Christine Koltermann says she actually likes sports. She grew up in Wisconsin, where community devotion to the National Football League’s Green Bay Packers is legendary. Her husband of 31 years once worked for the Milwaukee Brewers baseball team.
Her 12-year-old daughter and 16-year-old son are both active in athletics and Koltermann refers to herself as “the consummate team mom,” attending most of their games.
So when word came that the San Francisco 49ers wanted to move to Santa Clara, her home since 1989, Koltermann initially thought it could be a good thing. Then she began to read about the costs and potential consequences: reductions in the city’s general fund, which could lead to cuts in services and budget deficits.
“When the stadium issue moved off of the sports pages and onto the front page of the main section, that’s when I became aware of what was going on,” she said.
In June 2009, the Santa Clara City Council approved the term sheet for the stadium proposal. Koltermann was at the meeting. She read the financial projections, doubted the numbers and knew that, despite never having been involved in public issues, she couldn’t sit on the sidelines.
“I came home that night at eleven o’clock, looked at my husband, and said, ‘I need to get involved,'” she recalled.
His response? “Honey, they don’t know what they’ve done.”
Koltermann quickly joined Santa Clara Plays Fair, a grassroots organization fighting the stadium project. She began to speak at public hearings, wrote letters to the editors of local and regional newspapers and visited more than1,000 households. Residents of the neighborhoods she canvassed were surprised to see her campaigning, rather than selling Girl Scout cookies with her daughter, as she does every year.
Her devotion was noted by Santa Clara Plays Fair. She was soon made a board member and became a de facto public face for the group, making public statements and communicating with reporters.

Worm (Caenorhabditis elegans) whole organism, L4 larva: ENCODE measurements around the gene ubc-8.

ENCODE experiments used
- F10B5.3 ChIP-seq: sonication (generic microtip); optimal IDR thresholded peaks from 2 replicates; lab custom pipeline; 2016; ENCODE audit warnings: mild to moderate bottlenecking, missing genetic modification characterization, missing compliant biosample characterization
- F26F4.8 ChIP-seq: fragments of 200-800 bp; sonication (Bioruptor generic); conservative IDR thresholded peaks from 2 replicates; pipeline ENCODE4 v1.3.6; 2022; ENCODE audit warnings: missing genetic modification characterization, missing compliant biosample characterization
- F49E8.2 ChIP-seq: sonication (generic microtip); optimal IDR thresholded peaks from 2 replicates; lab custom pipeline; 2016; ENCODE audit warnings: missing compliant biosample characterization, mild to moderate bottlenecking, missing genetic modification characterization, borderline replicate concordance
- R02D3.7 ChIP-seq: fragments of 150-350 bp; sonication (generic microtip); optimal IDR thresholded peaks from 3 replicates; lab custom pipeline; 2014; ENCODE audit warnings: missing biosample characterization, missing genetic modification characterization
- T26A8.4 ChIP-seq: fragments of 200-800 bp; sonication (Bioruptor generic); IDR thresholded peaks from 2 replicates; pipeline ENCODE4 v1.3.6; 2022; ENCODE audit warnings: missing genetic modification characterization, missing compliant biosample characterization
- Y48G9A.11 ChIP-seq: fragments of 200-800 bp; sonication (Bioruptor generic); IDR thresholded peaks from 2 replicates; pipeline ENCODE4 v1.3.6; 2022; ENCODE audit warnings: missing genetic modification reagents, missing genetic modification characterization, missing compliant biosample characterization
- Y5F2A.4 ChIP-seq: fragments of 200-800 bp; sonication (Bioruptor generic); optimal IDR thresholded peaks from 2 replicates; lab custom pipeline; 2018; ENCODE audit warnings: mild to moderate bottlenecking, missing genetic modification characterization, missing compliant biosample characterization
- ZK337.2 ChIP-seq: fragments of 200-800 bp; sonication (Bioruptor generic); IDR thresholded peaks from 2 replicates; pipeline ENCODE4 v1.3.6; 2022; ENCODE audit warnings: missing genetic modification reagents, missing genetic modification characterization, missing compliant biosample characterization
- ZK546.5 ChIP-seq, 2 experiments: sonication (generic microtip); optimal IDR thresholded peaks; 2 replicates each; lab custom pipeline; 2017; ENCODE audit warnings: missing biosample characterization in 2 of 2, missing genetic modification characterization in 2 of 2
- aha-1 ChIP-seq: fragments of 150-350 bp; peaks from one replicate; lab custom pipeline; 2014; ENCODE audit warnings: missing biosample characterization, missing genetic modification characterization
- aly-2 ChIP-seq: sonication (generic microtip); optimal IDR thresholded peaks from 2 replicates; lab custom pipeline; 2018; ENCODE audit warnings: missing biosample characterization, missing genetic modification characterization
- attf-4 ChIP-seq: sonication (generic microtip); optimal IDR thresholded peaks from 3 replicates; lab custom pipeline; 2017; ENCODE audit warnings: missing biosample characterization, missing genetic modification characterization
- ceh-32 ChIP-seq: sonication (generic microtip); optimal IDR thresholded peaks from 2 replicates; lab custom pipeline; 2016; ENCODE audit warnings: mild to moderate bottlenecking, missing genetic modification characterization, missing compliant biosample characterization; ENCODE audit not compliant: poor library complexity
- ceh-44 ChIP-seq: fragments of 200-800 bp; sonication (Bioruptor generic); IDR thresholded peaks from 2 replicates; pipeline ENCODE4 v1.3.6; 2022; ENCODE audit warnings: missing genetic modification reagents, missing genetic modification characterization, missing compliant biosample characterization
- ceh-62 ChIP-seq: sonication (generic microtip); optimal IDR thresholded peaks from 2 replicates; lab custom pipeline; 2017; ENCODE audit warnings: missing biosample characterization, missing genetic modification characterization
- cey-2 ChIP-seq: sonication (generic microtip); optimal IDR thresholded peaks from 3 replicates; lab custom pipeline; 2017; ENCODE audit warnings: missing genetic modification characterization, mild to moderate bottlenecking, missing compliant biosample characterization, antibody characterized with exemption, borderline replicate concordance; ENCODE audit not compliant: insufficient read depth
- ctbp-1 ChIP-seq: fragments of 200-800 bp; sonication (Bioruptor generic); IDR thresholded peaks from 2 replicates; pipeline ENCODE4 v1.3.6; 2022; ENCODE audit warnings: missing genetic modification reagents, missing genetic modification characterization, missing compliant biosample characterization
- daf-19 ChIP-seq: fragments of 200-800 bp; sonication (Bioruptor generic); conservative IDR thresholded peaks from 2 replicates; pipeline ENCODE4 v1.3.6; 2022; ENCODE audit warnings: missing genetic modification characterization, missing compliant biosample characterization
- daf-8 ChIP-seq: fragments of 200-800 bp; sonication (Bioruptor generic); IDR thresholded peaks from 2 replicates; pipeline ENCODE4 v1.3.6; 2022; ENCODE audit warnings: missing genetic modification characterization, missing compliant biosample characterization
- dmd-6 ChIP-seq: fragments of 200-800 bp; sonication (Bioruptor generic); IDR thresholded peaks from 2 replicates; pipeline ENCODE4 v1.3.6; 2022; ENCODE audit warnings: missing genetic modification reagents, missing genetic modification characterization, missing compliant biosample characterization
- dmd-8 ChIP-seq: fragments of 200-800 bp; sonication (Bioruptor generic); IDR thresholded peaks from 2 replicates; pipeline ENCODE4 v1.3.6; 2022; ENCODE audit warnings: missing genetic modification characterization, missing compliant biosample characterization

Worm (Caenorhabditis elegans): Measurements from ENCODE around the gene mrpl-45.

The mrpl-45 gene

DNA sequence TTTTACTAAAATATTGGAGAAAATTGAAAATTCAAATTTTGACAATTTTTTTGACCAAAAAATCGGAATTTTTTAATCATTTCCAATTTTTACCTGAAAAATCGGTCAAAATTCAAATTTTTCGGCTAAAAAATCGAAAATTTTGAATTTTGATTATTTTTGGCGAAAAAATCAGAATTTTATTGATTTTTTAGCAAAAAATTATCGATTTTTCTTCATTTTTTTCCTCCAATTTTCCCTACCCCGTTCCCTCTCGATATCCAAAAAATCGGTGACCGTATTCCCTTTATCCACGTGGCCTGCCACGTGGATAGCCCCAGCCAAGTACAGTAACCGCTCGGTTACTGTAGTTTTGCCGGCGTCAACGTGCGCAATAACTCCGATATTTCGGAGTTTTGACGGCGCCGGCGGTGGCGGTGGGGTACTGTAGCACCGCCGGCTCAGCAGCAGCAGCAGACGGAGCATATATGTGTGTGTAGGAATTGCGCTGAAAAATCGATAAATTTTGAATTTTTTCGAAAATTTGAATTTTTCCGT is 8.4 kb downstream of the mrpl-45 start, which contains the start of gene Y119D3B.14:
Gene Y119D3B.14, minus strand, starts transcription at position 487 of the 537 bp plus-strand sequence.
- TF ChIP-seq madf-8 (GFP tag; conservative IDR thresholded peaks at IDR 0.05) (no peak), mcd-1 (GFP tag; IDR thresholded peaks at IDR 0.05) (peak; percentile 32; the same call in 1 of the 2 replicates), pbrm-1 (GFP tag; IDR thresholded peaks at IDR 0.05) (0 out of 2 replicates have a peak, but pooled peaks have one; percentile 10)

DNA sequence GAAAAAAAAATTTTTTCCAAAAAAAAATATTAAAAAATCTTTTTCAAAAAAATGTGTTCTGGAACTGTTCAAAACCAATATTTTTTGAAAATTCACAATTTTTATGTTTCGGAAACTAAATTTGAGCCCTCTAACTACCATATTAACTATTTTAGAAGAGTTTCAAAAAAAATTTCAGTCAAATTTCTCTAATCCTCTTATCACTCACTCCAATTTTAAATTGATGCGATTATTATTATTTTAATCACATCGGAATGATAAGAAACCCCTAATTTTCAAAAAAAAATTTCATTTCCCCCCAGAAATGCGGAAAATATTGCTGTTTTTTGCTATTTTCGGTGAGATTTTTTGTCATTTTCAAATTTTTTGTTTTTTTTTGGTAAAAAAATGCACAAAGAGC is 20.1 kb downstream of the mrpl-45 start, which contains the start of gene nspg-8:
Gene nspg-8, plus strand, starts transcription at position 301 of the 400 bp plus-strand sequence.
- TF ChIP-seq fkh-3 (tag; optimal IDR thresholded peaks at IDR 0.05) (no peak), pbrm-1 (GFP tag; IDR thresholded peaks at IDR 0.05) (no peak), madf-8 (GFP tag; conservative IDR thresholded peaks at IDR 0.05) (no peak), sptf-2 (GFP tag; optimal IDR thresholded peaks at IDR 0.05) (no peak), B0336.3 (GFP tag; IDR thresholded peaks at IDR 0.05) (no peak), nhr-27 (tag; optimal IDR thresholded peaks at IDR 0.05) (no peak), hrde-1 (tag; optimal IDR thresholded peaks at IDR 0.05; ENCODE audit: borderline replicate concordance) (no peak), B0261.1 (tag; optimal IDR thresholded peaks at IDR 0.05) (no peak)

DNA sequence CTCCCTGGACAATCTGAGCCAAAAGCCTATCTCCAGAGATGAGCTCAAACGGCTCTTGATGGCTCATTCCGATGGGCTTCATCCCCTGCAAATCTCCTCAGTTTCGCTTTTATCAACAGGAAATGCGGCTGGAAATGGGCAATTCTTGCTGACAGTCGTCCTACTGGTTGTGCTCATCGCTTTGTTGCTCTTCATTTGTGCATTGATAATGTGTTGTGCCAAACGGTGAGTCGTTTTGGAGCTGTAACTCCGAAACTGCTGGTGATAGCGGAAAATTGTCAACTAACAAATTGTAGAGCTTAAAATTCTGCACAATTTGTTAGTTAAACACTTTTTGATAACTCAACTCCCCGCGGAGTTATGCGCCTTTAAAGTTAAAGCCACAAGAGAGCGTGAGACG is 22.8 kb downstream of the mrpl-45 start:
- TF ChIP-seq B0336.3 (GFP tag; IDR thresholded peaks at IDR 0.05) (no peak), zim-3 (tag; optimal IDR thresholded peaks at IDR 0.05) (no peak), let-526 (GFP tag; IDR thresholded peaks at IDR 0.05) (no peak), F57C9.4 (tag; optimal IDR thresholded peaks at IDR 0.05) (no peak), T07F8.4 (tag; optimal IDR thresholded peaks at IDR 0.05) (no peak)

The David-and-Goliath battle that was the stadium referendum — approved by 60 percent of city voters — has now come and gone. Her group raised $20,000, while the team poured nearly $5 million into the campaign. The 49ers and other stadium supporters emphasized the project’s potential to create jobs and bring in hundreds of millions of dollars in revenue to Santa Clara County.
Throughout, Koltermann said, she found herself frustrated.
“I could absolutely not believe that they would tell [residents living near the proposed site] that their property values would rise,” she said. The Santa Clara Association of Realtors did make such a claim, citing a 2005 study done on another suburban stadium near a metropolitan area — FedEx Field in Landover, Md., where there was a correlation between home-value increases and proximity to the stadium.
When the Environmental Impact Report on the Santa Clara project was published, Koltermann, a hydrogeologist, was stunned. “My first reaction was that I wanted to cry for the people who live on the North Side, for the damage that is going to be done to them,” she said. She felt the EIR was hastily approved by the City Council and overlooked “many significant, un-mitigatable impacts.”
Koltermann lives about four miles from the stadium site. It was clear to her that roadways near her home, such as the Lawrence Expressway, would be clogged by game-day traffic. Other major Santa Clara streets could also be affected. “How are we supposed to visit grandma or have friends over?” she asked.
The city and team are making preparations to begin construction, but Koltermann and Santa Clara Plays Fair continue their efforts. The final terms of the deal are being negotiated and Koltermann is doing her best to act as a watchdog.
Meanwhile, she used the experience she gained in the stadium debate to launch herself into local politics, running for the school board. City Councilwoman Jamie McLeod, who endorsed Koltermann, is impressed by her “really positive approach, energy and ideas during a time that local governments are really struggling with limited resources.”
Even some people on the other side of the stadium controversy say they respect Koltermann’s commitment to a cause she believes in. Chris Stampolis, a Santa Clara mayoral candidate, was always a proponent of the stadium for economic reasons. “We had differing opinions on the stadium issues, but I respect those folks who voted no, and [Koltermann] has raised a lot of questions that have been important for me to consider,” Stampolis said. “If the city’s going to move forward, we have to bring the best and brightest together to address the issues.”
In Tuesday’s election, Stampolis lost the mayor’s race to veteran City Councilman Jamie Matthews, also a stadium supporter. Two other pro-stadium candidates won City Council seats.
And Koltermann was elected to the school board.